Now the young woman turned back to her, smiling exactly the way a spider might at a moth landing on her web. It was a cruel smile and a confident one. The old woman grabbed something under the register.

“You oughta know,” said the blonde, “since there’s one upstairs right now. I think we’ll just take that one.”

The blonde’s face shifted. Her brow furrowed, eyes flashed gold, and her teeth extended into fangs. She headed directly for the old woman, but then stopped suddenly.

A cross. The old woman held aloft a cross in trembling hands. “Begone,” she said. “The both of you!”

The vampire hissed.

But the dark young man simply moved forward with all the grace and strength of a wild animal. He didn’t even slow down, but just grabbed the cross from the old woman’s fingers, looked at it for a moment, then crushed it in his grip. The old woman gasped.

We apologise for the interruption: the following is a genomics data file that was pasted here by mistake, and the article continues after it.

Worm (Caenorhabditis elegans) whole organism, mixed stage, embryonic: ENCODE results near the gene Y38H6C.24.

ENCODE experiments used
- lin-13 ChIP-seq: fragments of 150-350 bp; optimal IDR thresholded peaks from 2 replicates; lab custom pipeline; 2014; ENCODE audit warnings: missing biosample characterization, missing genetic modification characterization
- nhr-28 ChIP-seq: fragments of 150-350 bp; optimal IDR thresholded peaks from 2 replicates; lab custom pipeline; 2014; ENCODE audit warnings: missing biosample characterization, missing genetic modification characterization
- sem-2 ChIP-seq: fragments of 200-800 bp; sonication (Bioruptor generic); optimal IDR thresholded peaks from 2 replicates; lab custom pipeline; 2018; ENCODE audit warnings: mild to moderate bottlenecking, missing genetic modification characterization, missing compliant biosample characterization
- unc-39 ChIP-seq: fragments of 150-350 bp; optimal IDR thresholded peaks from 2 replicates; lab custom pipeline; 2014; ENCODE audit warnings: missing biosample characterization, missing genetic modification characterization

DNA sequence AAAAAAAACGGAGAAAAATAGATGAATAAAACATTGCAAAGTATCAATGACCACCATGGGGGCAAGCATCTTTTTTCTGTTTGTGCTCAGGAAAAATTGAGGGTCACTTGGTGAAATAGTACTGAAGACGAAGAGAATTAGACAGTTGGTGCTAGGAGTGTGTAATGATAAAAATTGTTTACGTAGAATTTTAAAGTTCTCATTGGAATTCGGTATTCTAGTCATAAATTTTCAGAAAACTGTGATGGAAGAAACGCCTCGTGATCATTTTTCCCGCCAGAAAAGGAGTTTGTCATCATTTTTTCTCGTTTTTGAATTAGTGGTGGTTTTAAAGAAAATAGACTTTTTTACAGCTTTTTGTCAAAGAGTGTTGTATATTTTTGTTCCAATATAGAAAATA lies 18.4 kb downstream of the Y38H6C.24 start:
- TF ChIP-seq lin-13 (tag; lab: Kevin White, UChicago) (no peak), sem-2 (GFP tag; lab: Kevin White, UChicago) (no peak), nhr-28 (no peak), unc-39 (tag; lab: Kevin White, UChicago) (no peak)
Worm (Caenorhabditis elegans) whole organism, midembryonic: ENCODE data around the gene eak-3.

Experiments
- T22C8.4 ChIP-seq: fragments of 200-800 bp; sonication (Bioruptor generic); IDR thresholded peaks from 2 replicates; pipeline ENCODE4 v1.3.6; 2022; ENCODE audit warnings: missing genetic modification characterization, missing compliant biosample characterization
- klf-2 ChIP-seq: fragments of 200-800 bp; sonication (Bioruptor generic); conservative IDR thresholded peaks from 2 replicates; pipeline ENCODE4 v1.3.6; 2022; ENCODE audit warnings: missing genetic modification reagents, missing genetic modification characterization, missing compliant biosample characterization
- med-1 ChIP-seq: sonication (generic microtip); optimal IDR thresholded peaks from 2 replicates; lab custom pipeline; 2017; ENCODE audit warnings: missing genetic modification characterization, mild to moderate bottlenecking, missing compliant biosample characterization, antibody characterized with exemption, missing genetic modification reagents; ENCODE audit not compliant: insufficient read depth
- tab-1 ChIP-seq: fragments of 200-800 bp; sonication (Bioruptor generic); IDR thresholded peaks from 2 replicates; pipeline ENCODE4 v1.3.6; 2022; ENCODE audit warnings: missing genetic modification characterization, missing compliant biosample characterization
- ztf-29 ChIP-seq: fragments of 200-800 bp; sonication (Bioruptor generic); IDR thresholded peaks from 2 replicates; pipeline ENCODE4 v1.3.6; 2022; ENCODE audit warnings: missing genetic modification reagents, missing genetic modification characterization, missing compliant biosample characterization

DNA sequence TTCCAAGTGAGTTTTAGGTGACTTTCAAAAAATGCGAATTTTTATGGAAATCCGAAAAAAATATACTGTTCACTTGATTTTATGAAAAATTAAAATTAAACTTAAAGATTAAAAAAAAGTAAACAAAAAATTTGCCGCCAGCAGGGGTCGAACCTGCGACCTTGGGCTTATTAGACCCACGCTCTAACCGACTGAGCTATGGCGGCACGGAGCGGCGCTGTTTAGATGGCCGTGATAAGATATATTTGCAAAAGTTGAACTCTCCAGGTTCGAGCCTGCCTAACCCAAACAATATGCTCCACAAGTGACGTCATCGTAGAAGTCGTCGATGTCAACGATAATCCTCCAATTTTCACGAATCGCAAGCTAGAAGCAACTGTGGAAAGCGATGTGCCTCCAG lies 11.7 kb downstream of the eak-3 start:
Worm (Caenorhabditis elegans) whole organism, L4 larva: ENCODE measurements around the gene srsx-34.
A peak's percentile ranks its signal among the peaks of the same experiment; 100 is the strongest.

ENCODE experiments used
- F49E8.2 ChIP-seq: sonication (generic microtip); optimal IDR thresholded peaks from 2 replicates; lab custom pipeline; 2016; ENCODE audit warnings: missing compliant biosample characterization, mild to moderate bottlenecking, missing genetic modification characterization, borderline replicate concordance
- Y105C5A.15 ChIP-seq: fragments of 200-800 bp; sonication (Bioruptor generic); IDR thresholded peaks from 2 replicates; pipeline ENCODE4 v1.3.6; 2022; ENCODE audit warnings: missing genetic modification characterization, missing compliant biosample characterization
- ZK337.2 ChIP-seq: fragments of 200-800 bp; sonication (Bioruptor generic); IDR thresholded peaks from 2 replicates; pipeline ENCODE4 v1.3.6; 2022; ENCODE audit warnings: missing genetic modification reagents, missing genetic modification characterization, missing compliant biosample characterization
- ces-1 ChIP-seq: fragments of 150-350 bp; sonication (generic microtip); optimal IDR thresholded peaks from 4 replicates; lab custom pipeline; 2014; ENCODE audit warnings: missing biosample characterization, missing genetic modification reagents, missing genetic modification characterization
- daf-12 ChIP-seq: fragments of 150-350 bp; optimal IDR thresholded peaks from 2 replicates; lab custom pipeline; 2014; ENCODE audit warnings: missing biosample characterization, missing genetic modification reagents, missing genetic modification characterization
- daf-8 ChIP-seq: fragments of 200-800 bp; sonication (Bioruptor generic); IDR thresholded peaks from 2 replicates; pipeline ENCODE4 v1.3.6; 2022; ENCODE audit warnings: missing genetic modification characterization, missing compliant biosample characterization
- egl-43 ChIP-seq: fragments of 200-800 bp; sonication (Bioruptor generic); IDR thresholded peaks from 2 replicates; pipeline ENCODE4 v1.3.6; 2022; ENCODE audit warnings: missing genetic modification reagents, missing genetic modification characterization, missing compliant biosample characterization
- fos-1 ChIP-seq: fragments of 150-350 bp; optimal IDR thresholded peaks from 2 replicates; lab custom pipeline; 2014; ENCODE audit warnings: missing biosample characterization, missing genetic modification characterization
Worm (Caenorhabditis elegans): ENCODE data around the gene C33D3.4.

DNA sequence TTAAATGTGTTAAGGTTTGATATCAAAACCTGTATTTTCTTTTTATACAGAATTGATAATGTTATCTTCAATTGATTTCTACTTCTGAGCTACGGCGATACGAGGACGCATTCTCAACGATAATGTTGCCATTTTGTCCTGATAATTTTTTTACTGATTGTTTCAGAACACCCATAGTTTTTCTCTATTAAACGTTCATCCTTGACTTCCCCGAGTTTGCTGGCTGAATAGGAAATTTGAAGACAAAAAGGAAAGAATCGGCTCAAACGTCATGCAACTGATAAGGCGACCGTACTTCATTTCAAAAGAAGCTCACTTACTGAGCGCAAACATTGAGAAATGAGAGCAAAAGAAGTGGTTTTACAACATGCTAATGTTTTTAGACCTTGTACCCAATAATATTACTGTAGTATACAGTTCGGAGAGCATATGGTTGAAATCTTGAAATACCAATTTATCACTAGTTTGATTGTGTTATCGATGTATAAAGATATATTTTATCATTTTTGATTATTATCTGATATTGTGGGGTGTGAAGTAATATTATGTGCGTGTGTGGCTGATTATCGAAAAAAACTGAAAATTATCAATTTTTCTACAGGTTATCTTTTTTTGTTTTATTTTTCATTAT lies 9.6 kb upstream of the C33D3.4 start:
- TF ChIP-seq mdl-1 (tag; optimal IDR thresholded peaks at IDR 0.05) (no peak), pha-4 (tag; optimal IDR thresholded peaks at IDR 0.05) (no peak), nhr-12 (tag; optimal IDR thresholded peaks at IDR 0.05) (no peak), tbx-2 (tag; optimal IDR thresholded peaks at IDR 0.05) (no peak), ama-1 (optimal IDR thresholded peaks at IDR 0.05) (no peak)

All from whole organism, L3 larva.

And the vampire laughed.

Cut To:
Car – Afternoon

The windshield wipers beat a rhythm in the downpour.

“So,” asked Mia as she drove, “what is a Diana’s Favor anyway? Something to do with magic?”

Willow, sitting in the passenger seat, nodded. “That’s right. I found an herbalist willing to try and crossbreed one over a year ago. Got a call yesterday that it had bloomed. Which, when you think about it, is just too lucky for words.”

“Yeah, but what does it do?”

“Do you know what a blue moon is?”


“It’s the second full moon in a calendar month. They only happen, like, once every three years.”